Screening of Genomic Libraries

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Chapter: Pharmaceutical Microbiology : Recombinant DNA Technology

Once the genomic library has been generated it is necessary to screen for the gene of interest within thousands of recombinant clones. The choice of screening method will very much depend on the availability of reagents and the information on the target gene to be isolated.


SCREENING OF GENOMIC LIBRARIES

 

Once the genomic library has been generated it is necessary to screen for the gene of interest within thousands of recombinant clones. The choice of screening method will very much depend on the availability of reagents and the information on the target gene to be isolated.

 

A)   Hybridization Screening

 

This technique is used when some of the DNA sequence for the gene screened for is known, or when a fragment of this gene is available from a previous cloning. Alternatively, a DNA fragment from a closely related gene can be used as a probe for the isolation of the gene of interest. The hybridization technique requires plating the library on a set of agar plates to generate a replica, on nitrocellulose or nylon membranes, of the plaques or colonies, each containing a different recombinant DNA fragment. This process transfers a portion of each plaque or colony to the membranes and is done in such a way that the pattern of plaques/colonies on the original plate is maintained on the filters. The membranes are then hybridized with a radiolabelled DNA probe containing part of the sequence to be isolated from the library. The probe will only bind/hybridize to the recombinant clones containing that sequence. After this process, the membranes are exposed to X-ray film (autoradiography). The presence of dark spots on the films represents the location of colonies containing the target gene. By orienting the film with the original agar plate, the colony/plaque carrying the complementary sequence can be identified and the desired clone isolated. An alternative to the use of radio-isotopes for the probes resides in the use of nucleotides labelled with a molecule such as digoxigenin (DIG). In that case detection of the hybridized probes is performed with anti-DIG antibodies conjugated to an enzyme such as alkaline phosphatase, which reacts with a substrate to produce chemiluminescence.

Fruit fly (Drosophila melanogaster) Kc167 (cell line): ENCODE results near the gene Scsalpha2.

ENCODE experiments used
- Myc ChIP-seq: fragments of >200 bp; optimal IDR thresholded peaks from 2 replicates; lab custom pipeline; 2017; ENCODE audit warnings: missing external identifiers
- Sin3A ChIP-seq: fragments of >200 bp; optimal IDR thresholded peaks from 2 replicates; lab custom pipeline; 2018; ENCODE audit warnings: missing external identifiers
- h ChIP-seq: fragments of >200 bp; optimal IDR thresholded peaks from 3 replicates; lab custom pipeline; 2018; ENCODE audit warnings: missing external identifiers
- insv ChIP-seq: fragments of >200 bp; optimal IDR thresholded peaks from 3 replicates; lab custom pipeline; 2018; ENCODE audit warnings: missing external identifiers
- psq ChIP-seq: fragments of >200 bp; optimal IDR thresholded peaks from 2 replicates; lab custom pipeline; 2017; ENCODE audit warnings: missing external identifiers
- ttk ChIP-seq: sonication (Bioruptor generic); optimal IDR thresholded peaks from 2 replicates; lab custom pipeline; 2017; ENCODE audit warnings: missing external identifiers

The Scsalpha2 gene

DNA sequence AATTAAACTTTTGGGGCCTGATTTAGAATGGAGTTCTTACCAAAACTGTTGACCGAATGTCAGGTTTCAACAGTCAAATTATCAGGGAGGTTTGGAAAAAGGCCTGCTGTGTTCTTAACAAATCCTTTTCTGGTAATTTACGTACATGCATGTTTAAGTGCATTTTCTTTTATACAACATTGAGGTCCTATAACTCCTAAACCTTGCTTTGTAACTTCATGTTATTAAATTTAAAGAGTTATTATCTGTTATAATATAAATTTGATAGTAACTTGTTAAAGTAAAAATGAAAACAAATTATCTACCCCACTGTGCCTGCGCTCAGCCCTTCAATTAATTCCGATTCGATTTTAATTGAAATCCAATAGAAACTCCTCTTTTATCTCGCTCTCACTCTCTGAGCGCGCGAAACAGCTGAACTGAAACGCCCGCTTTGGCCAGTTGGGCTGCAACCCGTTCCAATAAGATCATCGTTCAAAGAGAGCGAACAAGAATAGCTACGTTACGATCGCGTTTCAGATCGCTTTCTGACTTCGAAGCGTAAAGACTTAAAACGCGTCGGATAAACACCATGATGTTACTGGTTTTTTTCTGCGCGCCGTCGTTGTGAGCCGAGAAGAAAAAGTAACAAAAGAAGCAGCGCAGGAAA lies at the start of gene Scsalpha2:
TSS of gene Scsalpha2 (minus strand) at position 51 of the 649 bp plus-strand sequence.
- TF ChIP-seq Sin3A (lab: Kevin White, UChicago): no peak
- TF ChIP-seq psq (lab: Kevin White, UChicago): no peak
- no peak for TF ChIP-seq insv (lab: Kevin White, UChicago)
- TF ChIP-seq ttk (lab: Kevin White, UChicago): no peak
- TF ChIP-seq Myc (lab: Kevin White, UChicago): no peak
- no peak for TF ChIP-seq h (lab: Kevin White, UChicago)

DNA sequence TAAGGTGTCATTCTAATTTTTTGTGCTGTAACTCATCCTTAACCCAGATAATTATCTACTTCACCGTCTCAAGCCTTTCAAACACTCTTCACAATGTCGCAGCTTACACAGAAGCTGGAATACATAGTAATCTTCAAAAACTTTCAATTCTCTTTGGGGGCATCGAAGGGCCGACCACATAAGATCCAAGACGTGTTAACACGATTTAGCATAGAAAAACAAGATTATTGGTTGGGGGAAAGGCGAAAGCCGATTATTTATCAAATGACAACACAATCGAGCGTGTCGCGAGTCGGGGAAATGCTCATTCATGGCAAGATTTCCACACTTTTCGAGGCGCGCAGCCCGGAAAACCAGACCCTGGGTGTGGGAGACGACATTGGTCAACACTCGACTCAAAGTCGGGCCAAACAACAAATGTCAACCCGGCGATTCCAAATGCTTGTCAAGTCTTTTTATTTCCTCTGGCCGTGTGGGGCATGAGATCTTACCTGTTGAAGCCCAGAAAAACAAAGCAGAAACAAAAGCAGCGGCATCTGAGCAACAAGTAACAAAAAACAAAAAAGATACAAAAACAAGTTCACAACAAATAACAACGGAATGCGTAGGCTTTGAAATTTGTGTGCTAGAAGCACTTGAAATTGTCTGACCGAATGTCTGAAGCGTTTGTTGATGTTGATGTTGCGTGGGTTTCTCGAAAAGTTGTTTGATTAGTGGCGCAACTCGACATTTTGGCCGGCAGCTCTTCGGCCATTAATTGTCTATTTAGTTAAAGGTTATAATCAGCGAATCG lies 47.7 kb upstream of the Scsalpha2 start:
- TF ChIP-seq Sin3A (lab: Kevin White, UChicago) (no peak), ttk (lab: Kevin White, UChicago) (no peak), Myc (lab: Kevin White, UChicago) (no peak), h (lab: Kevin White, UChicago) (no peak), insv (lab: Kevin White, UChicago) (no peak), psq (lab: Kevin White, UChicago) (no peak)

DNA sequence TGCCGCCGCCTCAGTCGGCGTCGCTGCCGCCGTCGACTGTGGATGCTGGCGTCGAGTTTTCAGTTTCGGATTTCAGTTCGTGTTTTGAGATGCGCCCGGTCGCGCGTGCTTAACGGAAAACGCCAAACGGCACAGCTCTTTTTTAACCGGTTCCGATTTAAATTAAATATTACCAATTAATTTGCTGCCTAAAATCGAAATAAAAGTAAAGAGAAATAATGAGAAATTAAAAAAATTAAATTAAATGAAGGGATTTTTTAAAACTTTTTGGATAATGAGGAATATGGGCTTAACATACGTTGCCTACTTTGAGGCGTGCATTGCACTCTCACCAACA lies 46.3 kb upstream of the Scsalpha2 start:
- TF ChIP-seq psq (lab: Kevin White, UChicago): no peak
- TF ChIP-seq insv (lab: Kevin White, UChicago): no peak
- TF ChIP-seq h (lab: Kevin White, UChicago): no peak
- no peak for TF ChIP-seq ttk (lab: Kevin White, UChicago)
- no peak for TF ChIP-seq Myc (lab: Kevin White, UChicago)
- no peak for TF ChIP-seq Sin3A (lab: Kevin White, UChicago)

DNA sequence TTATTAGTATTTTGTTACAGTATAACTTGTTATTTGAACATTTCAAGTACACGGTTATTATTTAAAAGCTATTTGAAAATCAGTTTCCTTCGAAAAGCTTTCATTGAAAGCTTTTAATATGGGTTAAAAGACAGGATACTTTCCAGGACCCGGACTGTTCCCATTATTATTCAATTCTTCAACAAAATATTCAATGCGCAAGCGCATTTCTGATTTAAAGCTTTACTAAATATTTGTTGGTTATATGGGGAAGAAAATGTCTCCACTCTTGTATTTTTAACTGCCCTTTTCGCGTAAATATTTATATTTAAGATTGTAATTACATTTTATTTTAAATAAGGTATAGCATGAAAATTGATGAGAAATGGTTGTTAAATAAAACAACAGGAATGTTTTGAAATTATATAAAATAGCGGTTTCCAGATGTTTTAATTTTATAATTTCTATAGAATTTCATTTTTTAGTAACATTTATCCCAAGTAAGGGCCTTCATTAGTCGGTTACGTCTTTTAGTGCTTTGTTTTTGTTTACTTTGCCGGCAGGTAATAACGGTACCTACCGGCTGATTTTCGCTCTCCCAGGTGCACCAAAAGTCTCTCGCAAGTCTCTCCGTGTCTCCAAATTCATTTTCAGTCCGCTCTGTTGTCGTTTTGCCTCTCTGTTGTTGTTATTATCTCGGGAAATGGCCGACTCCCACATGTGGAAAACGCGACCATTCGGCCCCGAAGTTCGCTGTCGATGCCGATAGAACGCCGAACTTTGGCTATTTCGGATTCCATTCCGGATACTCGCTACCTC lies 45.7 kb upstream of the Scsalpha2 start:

B)  Immunological Screening

 

This technique is used when we need to isolate a gene coding for a protein for which there are antibodies available. The success of this technique relies on the expression of the gene of interest, as it requires the synthesis of the target protein from the target recombinant gene. The screening steps are similar to those used for the hybridization screening, with the difference that the membranes containing portions of plaques or colonies have to be incubated with the antibodies that will recognize the target protein. This antibody, called the primary antibody, will bind tightly to those colonies/plaques containing the recombinant gene of interest, provided that the protein encoded by this gene has been synthesized. The position of the bound antibody is revealed by incubating the membranes with a labelled antibody (secondary antibody) that recognizes the primary antibody. There are different types of labels for antibodies, all of which can easily be detected.

 

C) Protein Activity Screening

 

This type of screening is limited to proteins that have a specific activity that can easily be identified within a large population of recombinant clones. Needless to say, to detect a protein activity the gene coding for this protein must be expressed and an active protein must be produced. Understanding of this technique can be helped by illustrating this screening with an example. Suppose we want to isolate a gene coding for a bacterial haemolytic toxin from a genomic library. As we know that this toxin lyses red blood cells, we could plate the library on plates containing agar mixed with blood. Those colonies/ plaques expressing the haemolytic toxin could easily be identified by the presence of a haemolytic halo around them resulting from the action of the toxin on the red blood cells.

 

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